Student Transportation Directors Inspired at STN EXPO

STN Publisher Tony Corpin catches a picture with Transportation Director Summit speaker Ryan Avery.

RENO, Nev. — The Transportation Director Summit held during the STN EXPO shared tips for supervisors in the school bus industry to improve themselves and their teams.

All three featured speakers stressed that persons in authority positions do not have to be perfect, but do need to learn how to more effectively utilize skills to build a great team that achieves its goals.

Matt Griswold (left) and Jarrod Underdown discussed the potential effect of only a few toxic employees on any organization.

The TD Summit began on Friday afternoon. Jarrod Underdown, an engagement specialist with consulting firm People Centric Consulting Group in Springfield, Missouri, provided statistics from Pew indicating that for every two out of 10 employees are toxic. That’s a problem supervisors must deal with.

“There can be bad leaders too,” he cautioned. Those after-hours meetings of people gathered to complain are hurting the organization since it’s the toxic employees who are leading. A good leader must have the difficult “watershed” conversation with those kinds of employees to either turn them around or send them on their way, so the team can improve.

Matt Griswold, a fellow engagement specialist with People Centric, concurred with the idea that a good manager or supervisor builds up their team, not themselves.

“It’s not about managing the mistakes, it’s about eliminating the barriers that cause them,” he stated.

Attendees agreed that of the most important things a leader can do is listen and allow employees to share their thoughts and feelings. Underdown said meaningful communication can be fostered by not objecting to ideas straight off the bat, but allowing employees to research and develop their ideas in more detail so they come to more informed conclusions.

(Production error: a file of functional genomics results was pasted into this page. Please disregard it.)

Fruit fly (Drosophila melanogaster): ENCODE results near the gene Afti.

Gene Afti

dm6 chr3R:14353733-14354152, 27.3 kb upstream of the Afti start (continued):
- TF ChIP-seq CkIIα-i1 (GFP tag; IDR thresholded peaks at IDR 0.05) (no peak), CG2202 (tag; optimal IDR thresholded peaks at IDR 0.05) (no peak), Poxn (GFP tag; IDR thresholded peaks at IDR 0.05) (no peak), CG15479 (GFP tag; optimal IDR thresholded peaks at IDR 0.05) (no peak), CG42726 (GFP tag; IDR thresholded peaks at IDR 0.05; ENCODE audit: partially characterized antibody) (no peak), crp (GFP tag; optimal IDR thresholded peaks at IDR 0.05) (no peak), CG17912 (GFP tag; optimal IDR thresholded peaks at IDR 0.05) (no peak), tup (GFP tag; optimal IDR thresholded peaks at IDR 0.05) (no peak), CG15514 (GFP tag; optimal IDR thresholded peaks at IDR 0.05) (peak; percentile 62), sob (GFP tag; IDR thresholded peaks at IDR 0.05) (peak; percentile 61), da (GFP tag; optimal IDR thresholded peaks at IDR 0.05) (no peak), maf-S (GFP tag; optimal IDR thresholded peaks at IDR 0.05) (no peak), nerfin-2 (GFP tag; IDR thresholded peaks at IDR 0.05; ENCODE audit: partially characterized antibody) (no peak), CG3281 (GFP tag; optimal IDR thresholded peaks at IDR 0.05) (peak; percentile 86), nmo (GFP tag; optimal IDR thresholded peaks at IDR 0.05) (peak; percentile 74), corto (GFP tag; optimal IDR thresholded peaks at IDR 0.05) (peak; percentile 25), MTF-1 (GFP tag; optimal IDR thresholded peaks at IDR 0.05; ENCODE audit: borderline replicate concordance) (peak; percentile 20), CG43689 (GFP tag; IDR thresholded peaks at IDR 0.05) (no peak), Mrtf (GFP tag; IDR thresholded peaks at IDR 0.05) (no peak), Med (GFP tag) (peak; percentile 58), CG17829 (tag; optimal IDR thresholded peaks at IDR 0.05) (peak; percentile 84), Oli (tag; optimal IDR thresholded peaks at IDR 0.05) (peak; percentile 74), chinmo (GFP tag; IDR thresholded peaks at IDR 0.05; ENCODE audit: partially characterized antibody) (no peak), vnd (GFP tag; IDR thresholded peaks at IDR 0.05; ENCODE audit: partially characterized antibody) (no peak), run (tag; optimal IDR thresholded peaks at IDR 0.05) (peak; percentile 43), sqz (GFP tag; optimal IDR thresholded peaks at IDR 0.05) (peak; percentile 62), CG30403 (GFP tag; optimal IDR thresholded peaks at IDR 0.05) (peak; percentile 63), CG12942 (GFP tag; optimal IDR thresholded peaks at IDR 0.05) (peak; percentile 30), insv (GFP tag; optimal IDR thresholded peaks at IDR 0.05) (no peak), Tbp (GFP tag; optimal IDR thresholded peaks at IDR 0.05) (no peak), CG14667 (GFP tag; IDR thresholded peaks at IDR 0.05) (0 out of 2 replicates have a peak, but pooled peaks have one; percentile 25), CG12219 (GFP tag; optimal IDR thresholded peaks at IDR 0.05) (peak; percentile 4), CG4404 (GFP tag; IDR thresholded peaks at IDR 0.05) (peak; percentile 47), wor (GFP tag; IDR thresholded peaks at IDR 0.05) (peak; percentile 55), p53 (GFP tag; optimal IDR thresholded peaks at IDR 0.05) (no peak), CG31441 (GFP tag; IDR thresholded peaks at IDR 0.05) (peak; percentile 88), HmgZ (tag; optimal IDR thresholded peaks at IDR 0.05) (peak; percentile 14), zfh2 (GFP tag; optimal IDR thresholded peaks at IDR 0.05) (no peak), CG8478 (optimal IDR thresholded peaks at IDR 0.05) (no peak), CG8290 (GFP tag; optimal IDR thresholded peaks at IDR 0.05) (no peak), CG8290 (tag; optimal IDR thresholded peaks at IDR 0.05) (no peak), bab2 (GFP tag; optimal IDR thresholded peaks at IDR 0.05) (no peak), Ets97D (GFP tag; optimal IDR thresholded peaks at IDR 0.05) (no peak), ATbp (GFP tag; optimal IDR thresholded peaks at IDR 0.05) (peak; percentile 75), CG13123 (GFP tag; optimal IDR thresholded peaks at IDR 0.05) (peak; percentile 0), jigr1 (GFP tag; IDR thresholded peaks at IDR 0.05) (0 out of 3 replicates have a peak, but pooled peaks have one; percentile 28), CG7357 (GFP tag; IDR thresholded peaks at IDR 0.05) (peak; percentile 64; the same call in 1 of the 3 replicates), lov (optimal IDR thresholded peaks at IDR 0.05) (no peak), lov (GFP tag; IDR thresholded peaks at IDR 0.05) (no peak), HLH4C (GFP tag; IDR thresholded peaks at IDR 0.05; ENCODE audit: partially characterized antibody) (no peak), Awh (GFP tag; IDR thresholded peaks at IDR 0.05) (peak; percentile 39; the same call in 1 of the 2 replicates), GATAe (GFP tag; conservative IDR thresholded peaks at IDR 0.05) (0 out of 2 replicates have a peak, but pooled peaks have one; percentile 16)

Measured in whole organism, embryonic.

Both consultants advised the directors in attendance that empowering employees results in a better, tighter team overall.

“Empowering your people aligns them with the goals for your specific organization,” said Griswold.

Ryan Avery, the youngest Toastmasters International World Champion of Public Speaking, gave a raucous and hilarious presentation Saturday morning to a capacity crowd. Those attendees who weren’t quite awake yet, sure were within a minute or two of his introduction by STN Publisher Tony Corpin.

“Words are free but can cost you a lot,” he warned. That got everyone’s attention quickly.

“Whenever you aren’t confident, [it’s because] you aren’t passionate about it,” he stressed.

Avery’s favorite quote is from Eleanor Roosevelt, who said, “Do what you love, because people will criticize you anyway.” Avery added that he has found “confidence is the byproduct of being courageous.”

He advised everyone that, “Our job as a leader is to find the answers.”

Avery’s bestseller, Speaker, Leader, Champion, has already been translated into five languages, and is the focus of his effort to break the Guinness World Record for book signing.

He recalled that his publisher, McGraw Hill, agreed to rush ship 3,000 copies to the campus of Colorado State University, Avery’s alma mater, so he could try and sell all of them. But he could only sell and sign less than half of them in the nine hours. Part of that effort in his book was to, “convince people to believe in you.” However, the effort did help propel sales of book to a much broader and larger audience.

Avery’s walk-away advice to the audience was that, “when your actions inspire others to take action, then you are the leader.” Become THE leader, not just A leader, he said.

Leading, he concluded, “is about going from A to Z in everything you do, to be the leader.”

Editor’s Note: David George contributed to this report.